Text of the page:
About the Book

Title: Summer of My German Soldier (Summer of My German Soldier #1)
Published: 1973
Series: Summer of My German Soldier
Swoonworthy Scale: 4

Cover Story: Nostalgia-riffic
BFF Charm: Auntie Mame
Talky Talk: Southern as Fried Chicken on Sundays
Bonus Factors: Dan Scott Award for Awful Parenthood, WW2
Sixth-Grade Me Relationship Status: Obsession
20-Year High School Reunion Relationship Status: Still Hot After All These Years

Note: Every now and then, we get the urge to revisit an old flame. It burns brightly in our memories as a pivotal book, something for which we racked up overdue library fines and stayed up late reading and rereading; after many years apart, we decide to revisit to see how the years have treated the story we treasure (spoiler alert: not always very well). Here we present our version of Facebook-stalking that high school crush with the old school book report.

Cover Story: Nostalgia-riffic

This cover is the exact one on the paperback I read to pieces in sixth grade, and the one on the library copy I got last week! I totally spent HOURS painstakingly copying the three faces on this cover for my book report poster, along with a gold signet ring. I was SO PROUD of that poster, y’all, so I totes love this cover.

The Deal:

Patty Bergen is in for a long, hot, dusty, lonely Arkansas summer. She’s not lonely so much because she’s Jewish, but because she’s not all sweetness and light like her little sister, or boy crazy like the other girls her age. She’s contrary, and tomboyish and just a bit weird. When a German POW from the new camp outside her small town escapes, and she makes the daring move to hide him, she risks what little she has in order to gain so much more.

BFF Charm: Auntie Mame

I’m taking a page from Jenny’s book and calling myself Patty’s Auntie Mame rather than her BFF. The girl has had it ROUGH, and except for Magical Negro Ruth, the housekeeper, she has no one to look out for her. Her grandparents are pretty awesome*, but not around enough to be truly kickass, and no one else cares what Patty does or thinks, except to criticize it. She’s definitely a bit of a poor-me sadsack, but damn, the girl has a right to be.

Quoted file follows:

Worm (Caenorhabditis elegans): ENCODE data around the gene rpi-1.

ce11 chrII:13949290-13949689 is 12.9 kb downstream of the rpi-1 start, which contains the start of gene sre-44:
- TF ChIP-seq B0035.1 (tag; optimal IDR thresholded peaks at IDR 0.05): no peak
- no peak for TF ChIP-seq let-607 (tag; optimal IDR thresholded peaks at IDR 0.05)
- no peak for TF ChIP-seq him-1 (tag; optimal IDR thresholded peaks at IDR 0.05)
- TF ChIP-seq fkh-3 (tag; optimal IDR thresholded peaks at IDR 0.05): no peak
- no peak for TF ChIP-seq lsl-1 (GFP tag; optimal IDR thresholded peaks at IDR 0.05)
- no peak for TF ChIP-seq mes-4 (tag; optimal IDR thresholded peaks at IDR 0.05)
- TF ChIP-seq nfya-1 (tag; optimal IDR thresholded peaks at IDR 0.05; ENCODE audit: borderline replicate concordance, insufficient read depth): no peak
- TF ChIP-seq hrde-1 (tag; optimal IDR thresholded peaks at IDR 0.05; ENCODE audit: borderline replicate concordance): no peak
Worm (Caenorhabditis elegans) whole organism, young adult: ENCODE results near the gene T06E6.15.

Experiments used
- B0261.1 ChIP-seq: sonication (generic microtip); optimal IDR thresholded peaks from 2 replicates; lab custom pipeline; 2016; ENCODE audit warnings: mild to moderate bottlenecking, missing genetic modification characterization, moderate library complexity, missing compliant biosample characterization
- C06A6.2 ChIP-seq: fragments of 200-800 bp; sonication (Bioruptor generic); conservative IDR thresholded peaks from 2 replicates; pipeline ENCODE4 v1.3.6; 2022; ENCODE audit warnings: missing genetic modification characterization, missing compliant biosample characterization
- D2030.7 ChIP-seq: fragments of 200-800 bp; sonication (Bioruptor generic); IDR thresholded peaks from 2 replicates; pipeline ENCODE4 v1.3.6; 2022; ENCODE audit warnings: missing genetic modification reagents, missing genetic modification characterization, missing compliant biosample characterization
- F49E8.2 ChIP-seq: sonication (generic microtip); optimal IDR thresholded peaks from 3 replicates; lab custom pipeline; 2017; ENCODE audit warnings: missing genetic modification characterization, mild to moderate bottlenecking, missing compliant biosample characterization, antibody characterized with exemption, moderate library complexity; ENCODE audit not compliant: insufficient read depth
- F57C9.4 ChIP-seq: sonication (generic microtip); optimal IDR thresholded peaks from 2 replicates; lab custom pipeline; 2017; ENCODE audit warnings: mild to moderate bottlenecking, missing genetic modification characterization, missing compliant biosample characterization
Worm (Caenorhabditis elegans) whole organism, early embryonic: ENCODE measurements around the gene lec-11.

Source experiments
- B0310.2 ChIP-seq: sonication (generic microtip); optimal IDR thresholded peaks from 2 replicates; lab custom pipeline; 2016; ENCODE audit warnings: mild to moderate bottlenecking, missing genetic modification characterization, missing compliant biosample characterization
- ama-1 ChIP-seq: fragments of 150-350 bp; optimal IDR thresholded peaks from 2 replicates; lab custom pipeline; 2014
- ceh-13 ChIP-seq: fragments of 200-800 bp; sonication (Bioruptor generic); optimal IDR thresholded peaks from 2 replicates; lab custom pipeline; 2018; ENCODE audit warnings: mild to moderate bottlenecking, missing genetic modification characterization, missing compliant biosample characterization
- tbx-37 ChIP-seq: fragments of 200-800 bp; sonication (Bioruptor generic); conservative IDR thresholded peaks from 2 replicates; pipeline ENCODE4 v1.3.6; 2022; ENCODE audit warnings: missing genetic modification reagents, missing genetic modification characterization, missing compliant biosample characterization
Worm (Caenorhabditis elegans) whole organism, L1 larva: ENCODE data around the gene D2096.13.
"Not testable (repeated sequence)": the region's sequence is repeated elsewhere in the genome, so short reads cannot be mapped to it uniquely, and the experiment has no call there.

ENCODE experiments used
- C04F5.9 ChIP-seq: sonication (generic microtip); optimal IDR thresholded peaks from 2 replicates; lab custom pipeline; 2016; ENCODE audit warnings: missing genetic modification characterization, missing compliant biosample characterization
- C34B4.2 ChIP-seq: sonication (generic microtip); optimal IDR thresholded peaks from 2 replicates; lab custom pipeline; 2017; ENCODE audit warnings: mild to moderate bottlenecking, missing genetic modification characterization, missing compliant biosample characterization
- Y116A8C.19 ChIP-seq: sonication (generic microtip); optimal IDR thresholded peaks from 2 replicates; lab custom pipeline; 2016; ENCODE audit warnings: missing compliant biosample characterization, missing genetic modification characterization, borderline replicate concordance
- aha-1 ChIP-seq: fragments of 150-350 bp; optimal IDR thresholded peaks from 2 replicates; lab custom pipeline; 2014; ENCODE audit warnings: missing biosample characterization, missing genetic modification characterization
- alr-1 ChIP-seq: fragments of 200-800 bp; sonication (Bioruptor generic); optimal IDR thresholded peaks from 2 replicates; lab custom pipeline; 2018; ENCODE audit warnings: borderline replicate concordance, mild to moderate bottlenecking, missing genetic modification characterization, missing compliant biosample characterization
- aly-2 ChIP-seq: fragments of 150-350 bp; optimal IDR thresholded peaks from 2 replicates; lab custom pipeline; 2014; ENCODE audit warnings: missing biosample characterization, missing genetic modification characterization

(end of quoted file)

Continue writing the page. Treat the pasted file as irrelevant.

*It seems like Katherine Stockett totally cribbed this book when she wrote The Help.**

**Please don’t sue me for libel, Katherine Stockett. I’m not ACTUALLY accusing you of copycatting, just noting the similarities, which also crop up in Sue Monk Kidd’s Secret Life of Bees and many other Southern-white-girl-black-maid/mother-figure novels.

Swoonworthy Scale: 4

Wait, before you wig out and start screaming about how Patty’s only 12 and Anton is 22 and that’s totally gross and icky and illegal, hear me out. I remember swooning my PANTS off when I read this at 11, so I was really wigged out as the scenes with Patty and Anton approached, but then I was SO RELIEVED. He loves her, sure, but not in a romantic way. I’m giving it a 4 anyway, partly because of my 11-year-old self and partly because Greene captures the longing of a schoolgirl crush on an older guy so perfectly, including Patty’s total unawareness of the whole situation and Anton’s feelings. She’s so lonely and needy, and he’s so sweet and definitely not predatory, and it just broke my heart.